Health vulnerability of peri-natally HIV-infected youth: a growing problem throughout the world

Mother-to-child, or ‘vertical’, transmission of HIV is not just a problem for developing countries; even in countries like the US and the UK, peri-natal transmission has probably not been eliminated.  But, with routine ‘opt-out’ ante-natal testing (BHIVA guidelines on HIV testing), cases are increasingly likely to involve births that have taken place overseas or before parental diagnosis (CHIVA guidelines on child testing) – cases that, for various reasons, may be difficult for health services to access (Editorial: ‘Don’t Forget the Children’ (STI)). Yet, even with such events becoming less frequent, and the increasing survival of peri-natally HIV-infected youth (PHIVY) beyond infancy, there remains the problem of managing those already infected, as they transition, in growing numbers, from childhood into adolescence and young adulthood. 

               Such problems are very considerable, according to Nailan & Ciaranello (N&C) – especially for adolescents (13-17yrs) and young adults (18-30yrs).  This recent study offers an analysis of data of PHIVY aged 7-30 years from two cohort studies in the US, the Pediatric HIV/AIDS Cohort Study (PHACS) and the International Maternal Pediatric Adolescent AIDS Clinical Trials study (IMPAACT).  As compared with the younger group (7-13 yrs), adolescents (13-18yrs) and young adults (18-30yrs) are likely to spend considerably more time with inadequate viral suppression (5% and 18% vs 2% with CD4 count <200/µL; 30% and 44% vs 22% with a viral load of 400 copies/mL), and to suffer correspondingly greater mortality (c.1 per 100 person-years amongst young adults) as well as HIV related events (c. 2 and 4 per 100 py. for CDC C and B category events amongst 18-30 yrs; c. 1 and 3 per 100 py. for CDC C and B category events amongst 13-18yrs).  The authors attribute inadequate viral suppression, and high mortality/morbidity, to poor adherence and retention in care.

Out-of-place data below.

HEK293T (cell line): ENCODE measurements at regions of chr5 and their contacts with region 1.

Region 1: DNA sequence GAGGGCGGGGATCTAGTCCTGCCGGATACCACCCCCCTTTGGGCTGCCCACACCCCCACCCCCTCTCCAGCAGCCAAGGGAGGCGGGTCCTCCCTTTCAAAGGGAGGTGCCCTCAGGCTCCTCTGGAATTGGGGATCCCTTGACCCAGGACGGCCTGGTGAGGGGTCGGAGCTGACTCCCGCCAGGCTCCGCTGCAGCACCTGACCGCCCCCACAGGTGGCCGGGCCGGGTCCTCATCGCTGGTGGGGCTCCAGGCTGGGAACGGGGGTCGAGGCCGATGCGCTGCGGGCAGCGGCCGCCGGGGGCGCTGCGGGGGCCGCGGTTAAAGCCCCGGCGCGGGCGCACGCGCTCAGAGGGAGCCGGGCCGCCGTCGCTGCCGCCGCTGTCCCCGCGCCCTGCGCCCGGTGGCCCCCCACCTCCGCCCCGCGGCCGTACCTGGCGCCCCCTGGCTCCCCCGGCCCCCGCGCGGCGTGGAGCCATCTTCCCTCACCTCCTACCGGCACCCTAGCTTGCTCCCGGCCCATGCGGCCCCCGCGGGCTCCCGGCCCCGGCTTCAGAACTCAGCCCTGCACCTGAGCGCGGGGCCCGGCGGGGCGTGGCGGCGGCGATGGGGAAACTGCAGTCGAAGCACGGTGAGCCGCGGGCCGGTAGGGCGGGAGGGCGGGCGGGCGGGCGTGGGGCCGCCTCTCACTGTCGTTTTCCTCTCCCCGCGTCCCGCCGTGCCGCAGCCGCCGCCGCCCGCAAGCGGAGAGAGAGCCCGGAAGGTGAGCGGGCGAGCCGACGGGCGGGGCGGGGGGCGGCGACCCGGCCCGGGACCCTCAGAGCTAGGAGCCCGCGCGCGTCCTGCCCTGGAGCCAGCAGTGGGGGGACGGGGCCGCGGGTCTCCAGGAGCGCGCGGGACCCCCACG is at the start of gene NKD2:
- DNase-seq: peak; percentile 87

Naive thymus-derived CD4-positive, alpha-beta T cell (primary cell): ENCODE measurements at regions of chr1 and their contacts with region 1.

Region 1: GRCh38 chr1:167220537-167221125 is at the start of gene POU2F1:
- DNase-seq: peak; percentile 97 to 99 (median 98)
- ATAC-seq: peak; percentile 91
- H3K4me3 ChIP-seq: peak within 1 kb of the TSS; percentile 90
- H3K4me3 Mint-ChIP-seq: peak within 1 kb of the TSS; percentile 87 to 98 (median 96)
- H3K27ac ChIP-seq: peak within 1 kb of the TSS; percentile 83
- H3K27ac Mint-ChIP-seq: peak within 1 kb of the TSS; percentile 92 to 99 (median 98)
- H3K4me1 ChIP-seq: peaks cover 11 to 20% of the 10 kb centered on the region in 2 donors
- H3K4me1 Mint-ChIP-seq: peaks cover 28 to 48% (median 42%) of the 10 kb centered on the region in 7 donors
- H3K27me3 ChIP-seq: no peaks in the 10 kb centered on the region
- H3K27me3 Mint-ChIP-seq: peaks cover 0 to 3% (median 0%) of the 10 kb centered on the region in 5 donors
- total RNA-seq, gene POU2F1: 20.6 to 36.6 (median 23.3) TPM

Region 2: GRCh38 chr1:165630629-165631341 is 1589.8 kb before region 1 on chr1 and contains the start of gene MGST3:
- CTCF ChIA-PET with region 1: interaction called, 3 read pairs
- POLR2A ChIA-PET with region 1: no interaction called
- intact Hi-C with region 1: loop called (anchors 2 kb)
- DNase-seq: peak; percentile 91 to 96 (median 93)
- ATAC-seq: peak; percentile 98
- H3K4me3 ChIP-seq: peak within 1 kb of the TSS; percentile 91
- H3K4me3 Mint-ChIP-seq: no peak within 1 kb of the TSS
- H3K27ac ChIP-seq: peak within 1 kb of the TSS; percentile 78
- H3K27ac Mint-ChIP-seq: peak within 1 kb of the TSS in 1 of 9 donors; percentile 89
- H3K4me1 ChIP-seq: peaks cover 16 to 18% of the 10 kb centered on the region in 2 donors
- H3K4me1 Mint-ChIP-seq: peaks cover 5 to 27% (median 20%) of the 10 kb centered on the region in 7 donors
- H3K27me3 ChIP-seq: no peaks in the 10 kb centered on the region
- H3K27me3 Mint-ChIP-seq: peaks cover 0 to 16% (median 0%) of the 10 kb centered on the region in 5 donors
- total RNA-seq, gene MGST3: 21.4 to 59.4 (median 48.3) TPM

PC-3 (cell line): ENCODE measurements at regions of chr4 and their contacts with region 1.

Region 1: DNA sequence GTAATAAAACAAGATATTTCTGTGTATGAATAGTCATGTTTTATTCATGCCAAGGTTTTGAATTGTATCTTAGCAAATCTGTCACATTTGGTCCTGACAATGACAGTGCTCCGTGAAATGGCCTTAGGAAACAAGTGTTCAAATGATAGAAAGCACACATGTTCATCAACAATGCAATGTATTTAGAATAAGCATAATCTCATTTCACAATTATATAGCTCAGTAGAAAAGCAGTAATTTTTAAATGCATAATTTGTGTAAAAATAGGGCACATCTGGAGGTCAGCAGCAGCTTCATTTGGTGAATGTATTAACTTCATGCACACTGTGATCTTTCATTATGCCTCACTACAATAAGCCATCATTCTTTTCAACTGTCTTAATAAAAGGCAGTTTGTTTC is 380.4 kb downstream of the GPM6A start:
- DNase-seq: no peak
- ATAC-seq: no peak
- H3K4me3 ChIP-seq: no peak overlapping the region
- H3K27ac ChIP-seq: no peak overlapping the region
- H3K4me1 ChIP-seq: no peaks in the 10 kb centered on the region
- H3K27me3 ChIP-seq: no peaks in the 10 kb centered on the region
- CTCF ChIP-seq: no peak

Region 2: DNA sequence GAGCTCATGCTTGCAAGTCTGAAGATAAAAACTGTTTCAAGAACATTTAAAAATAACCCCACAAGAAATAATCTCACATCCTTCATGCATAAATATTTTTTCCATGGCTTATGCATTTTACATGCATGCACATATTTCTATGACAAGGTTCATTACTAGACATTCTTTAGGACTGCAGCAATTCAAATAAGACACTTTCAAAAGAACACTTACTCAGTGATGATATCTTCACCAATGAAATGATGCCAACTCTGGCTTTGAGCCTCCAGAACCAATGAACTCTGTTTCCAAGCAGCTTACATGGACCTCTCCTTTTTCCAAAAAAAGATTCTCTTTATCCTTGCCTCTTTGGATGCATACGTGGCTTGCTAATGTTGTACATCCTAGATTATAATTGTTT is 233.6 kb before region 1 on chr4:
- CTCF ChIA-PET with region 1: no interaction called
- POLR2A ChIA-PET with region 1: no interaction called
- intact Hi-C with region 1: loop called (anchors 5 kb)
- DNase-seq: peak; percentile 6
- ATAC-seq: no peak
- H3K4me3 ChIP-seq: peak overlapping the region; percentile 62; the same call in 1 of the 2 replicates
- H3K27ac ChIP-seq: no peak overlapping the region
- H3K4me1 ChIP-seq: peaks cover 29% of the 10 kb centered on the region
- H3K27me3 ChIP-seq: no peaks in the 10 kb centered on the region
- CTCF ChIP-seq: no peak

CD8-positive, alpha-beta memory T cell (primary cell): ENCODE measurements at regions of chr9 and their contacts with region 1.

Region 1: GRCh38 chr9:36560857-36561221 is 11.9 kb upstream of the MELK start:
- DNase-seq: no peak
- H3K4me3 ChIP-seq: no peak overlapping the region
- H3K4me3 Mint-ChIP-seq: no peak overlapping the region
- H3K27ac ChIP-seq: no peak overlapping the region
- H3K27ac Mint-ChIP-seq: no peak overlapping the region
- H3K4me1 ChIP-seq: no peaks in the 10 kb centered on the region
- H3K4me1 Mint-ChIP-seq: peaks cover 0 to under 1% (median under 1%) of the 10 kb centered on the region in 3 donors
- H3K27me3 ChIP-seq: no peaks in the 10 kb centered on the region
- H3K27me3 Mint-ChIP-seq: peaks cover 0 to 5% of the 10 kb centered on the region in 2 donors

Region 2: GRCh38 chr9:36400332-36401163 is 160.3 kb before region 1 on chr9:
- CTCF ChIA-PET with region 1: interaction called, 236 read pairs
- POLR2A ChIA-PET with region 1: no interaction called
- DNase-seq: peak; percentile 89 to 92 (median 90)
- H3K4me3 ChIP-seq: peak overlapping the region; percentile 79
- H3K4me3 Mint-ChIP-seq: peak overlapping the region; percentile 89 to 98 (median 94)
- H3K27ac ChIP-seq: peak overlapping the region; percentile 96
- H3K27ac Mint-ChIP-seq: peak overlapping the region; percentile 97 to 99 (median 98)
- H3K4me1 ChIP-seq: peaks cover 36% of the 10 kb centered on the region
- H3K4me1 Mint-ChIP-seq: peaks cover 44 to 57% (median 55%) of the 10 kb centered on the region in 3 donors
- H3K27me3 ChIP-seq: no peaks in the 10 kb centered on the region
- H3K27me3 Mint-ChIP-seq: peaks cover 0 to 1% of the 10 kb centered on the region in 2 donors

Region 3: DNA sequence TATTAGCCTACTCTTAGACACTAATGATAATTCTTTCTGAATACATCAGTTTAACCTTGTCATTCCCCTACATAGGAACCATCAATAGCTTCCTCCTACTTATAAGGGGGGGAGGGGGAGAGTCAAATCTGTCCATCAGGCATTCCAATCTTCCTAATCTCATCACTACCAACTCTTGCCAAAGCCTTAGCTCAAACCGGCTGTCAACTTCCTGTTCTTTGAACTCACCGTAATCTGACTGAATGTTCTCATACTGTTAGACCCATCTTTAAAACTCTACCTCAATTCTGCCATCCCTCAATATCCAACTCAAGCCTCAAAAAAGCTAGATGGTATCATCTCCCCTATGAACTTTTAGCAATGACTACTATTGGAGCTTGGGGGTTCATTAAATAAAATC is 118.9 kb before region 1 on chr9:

The vulnerability of PHIVY as a group to poor health outcomes is not a problem unique to the US.  In the UK c.1,950 PHIVY are monitored through the Collaborative HIV Pediatric Study (CHIPS) cohort, and the data indicate comparable problems of inadequate viral suppression (around one in ten (CHIVA guidelines on transition)).  In some developing countries the health problems of this group are still more evident.  De Matos & dal Fabbro (STI), analysing the data for a cohort of 78 patients, aged 11-15 in 2009, from a municipality in Brazil, report five deaths, amongst other serious health events.  More generally, the UNAIDS 2016 Report (The ‘life-cycle’ approach (STI/blogs) points, in the case of sub-Saharan Africa, to the recent tripling in peri-natally infected 15-19 yr olds who now account for 40% of all HIV-infected 15-19 yr olds in the region.  Not only does poor adherence pose problems for PHIVY themselves; Nailan & Ciaranello also draw attention to the danger they represent for society at large, given rates of pregnancy and risky sex that appear no lower than in the general population, along with heightened transmission risk resulting from poor viral suppression, and, in some cases, emerging drug resistance.